configure test failure criteria on load test



- If the overall Average Response Time is more than 5 seconds - the application is too slow

- If the overall Error Percentage is more than 2 - there are too many errors

- If the Response Time specifically for booking a flight is more than 10 seconds - booking a flight takes too much time

- After you finish configuring the test, click save and start the test


3. View and analyze your results and identify your bottlenecks


The BlazeMeter dashboard presents multiple reports that let us identify the issues.


This Summary Report displays a summary of the test. It is clear the application failed, as the Error Percentage is more than 25%.


performance test summary report on blazemeter


We can also see the test is saturated somewhere between 700 and 800 users, since the hits per second (Hits/s) stopped increasing even though the number of VU kept increasing.


users, hits/s and errors analysis


By looking at the 2 graphs side by side, we can see how the Response Time bottleneck turned into errors.


report analysis shows response time bottleneck


For a more in-depth view, go to the Timeline Report. You can play around with the parameters you want to see. Here, we added the Average Call Time and the Throughput through the New Relic APM.


timeline report on blazemeter


When the errors started increasing, the throughput decreased significantly. This means that some requests didn’t reach the application, since the Firewall or Load Balancer failed.


If you go to CloudWatch, you can see that the surge queue length fluctuates. This means that the Load Balancer can’t fill the requests from the load test.


cloudwatch report on blazemeter


What should you do? Either call Amazon support to ensure they keep the Load Balancer warmed up on your big day, warm it up yourself, or change your load balancer.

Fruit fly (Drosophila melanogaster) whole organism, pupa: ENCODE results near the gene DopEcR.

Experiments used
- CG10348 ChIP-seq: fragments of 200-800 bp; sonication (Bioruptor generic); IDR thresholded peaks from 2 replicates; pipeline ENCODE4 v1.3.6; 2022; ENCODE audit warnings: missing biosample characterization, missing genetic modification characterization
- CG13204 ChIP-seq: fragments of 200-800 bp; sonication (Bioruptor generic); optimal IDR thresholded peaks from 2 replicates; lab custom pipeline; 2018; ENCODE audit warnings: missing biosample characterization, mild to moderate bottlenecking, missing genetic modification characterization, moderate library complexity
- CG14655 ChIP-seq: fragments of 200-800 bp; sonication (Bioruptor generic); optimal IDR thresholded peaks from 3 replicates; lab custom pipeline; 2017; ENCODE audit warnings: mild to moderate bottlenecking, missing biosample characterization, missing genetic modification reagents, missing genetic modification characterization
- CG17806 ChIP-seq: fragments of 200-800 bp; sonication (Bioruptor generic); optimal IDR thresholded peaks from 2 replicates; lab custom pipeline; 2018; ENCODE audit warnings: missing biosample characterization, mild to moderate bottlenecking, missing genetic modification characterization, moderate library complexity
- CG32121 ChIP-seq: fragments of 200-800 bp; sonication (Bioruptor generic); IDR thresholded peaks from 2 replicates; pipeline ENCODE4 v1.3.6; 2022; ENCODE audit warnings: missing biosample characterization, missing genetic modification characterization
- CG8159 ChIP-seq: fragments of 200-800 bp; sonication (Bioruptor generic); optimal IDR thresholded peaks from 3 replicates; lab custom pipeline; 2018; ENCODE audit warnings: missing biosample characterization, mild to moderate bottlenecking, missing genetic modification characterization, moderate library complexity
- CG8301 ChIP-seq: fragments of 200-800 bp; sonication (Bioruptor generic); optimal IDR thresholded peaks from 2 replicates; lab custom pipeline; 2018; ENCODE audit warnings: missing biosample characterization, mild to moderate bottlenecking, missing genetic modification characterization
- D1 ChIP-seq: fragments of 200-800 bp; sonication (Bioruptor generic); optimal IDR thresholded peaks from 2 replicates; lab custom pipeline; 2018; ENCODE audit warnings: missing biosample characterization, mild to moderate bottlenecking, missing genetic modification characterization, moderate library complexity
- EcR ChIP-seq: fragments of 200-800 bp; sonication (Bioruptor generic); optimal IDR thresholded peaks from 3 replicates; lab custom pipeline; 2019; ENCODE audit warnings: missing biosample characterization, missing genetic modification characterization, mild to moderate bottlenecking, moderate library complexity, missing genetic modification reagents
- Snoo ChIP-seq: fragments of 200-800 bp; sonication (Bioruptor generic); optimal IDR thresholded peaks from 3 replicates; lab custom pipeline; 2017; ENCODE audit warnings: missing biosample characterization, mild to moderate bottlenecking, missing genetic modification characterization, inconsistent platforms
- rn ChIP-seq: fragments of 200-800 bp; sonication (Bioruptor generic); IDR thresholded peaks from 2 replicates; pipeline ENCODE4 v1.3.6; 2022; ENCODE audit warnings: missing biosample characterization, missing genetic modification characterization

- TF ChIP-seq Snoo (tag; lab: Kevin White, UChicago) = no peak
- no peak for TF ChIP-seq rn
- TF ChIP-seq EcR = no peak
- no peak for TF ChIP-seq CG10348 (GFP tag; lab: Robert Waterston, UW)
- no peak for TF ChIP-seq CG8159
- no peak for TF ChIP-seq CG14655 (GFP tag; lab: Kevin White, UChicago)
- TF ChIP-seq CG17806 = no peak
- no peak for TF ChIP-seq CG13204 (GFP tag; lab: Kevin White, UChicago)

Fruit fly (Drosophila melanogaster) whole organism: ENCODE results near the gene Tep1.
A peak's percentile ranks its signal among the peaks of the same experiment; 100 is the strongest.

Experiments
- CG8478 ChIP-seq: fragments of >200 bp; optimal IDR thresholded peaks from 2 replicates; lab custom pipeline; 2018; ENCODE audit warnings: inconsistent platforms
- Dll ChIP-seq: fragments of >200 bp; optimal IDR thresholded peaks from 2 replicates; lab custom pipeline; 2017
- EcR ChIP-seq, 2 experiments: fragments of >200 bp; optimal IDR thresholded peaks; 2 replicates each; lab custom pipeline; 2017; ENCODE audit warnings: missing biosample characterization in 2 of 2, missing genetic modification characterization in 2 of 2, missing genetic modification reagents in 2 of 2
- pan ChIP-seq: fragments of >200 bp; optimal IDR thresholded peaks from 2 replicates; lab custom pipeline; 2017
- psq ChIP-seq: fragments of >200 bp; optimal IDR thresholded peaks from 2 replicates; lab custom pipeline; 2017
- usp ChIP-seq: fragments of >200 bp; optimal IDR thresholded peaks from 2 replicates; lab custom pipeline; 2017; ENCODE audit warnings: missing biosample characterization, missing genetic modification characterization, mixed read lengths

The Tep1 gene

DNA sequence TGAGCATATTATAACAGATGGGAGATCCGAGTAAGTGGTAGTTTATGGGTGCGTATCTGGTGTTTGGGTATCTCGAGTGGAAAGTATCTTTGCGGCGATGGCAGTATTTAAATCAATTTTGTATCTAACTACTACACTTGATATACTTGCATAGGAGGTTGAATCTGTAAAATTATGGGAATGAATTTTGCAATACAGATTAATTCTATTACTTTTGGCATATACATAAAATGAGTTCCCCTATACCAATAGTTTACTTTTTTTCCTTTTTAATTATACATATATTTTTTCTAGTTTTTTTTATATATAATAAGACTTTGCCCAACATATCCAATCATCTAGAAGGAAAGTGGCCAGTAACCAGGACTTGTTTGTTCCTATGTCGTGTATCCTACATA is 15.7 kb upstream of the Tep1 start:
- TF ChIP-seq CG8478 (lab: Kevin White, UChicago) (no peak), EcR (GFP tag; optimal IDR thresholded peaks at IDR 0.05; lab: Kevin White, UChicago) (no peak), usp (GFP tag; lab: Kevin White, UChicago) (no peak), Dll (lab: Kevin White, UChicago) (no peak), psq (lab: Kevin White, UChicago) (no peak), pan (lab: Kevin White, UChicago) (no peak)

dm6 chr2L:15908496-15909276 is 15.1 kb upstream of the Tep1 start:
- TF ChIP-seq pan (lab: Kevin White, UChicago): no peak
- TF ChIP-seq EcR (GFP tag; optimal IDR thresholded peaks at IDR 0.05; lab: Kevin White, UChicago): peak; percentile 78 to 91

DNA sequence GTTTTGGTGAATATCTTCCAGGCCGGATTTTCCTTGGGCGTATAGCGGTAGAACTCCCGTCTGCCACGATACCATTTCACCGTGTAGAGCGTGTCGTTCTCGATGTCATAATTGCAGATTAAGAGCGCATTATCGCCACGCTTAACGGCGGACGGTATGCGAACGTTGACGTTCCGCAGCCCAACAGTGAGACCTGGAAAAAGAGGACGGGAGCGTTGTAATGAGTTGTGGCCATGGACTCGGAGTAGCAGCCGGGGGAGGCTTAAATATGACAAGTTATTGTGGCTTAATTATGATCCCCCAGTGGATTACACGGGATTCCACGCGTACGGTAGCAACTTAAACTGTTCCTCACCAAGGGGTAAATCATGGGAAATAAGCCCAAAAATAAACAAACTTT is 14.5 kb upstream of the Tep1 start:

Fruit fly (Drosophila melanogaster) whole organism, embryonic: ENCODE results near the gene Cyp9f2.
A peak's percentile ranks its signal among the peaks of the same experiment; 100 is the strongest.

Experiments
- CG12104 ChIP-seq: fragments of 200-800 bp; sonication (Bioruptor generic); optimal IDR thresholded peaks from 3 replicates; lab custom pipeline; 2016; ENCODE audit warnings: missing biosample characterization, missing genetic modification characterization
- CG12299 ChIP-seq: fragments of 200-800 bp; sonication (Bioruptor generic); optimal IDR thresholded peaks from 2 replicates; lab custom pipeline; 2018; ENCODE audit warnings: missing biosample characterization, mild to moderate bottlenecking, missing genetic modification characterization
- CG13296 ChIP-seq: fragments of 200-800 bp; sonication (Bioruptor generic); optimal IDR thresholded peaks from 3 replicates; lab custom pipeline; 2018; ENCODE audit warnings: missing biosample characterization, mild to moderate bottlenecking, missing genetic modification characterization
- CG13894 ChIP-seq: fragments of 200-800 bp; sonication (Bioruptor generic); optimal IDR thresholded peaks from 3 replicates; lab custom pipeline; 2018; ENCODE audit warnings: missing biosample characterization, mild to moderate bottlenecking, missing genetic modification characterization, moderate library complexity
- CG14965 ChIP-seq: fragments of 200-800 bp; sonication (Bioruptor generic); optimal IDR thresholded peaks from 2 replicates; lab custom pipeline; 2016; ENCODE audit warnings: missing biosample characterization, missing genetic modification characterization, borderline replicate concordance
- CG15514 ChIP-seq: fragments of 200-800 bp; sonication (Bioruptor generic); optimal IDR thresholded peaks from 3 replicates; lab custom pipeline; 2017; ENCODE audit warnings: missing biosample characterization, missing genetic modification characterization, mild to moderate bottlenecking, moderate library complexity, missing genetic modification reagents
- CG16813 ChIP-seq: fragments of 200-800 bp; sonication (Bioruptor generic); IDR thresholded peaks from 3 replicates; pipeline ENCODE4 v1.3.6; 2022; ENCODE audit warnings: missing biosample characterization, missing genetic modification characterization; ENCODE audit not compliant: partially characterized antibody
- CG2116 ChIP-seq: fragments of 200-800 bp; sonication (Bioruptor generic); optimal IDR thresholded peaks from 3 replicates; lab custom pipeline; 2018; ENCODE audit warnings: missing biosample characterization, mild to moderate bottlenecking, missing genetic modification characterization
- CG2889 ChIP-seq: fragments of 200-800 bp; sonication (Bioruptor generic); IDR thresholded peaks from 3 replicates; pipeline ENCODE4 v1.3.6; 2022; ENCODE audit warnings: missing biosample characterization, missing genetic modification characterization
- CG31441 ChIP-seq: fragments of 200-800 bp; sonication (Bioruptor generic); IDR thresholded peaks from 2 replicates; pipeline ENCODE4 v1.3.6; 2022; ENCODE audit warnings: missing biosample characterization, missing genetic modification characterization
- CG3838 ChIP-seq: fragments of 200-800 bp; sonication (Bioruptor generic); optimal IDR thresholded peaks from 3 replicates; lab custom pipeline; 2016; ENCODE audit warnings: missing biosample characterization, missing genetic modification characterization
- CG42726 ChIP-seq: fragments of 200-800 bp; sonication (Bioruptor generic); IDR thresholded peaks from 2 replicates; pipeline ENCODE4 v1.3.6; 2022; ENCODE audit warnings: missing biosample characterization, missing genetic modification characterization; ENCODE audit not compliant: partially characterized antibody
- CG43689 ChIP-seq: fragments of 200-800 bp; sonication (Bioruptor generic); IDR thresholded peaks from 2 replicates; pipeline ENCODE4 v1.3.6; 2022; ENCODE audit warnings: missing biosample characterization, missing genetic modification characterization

Now let’s look at the Failure Criteria we configured before:


failure criteria load test analysis on blazemeter


While the Response Time was satisfactory, the Errors Percentage was too high and the RT for “Book a Flight” was too high.


Test Configuration Tips

- Stress Test - Black Friday traffic peaks at 10:00 AM. Make sure your app can reach the maximum value you determined in a short period.

- Soak Test - The US has different time zones and customers can still be scattered throughout the day. Test the maximum value for a longer period - preferably 6-12 hours.

- Reach your limit - Even if you can handle the load you set for yourself, discover your bottlenecks. Add VUs and test for longer durations. You might be surprised during Black Friday.


After Black Friday


We recommend you run load test every 2-4 weeks. As you can see, the process is easy. By adopting a Continuous Delivery (CD) method, you can discover bottlenecks more efficiently and ensure you are always on point with your business plan.


Multiple tests over time also enable you to compare trends and changes, and analyze how you perform in real-time events.


Taurus, an open-source test-automation tool, integrates load testing tools into Continuous Integration tools like Jenkins.


Need more information about building and executing load tests? Request a Black Friday demo, here. Or, try out BlazeMeter by putting your URL in the box below.


You can also check out the full webinar for free.

arrowPlease enter a URL with http(s)

Interested in writing for our Blog?Send us a pitch!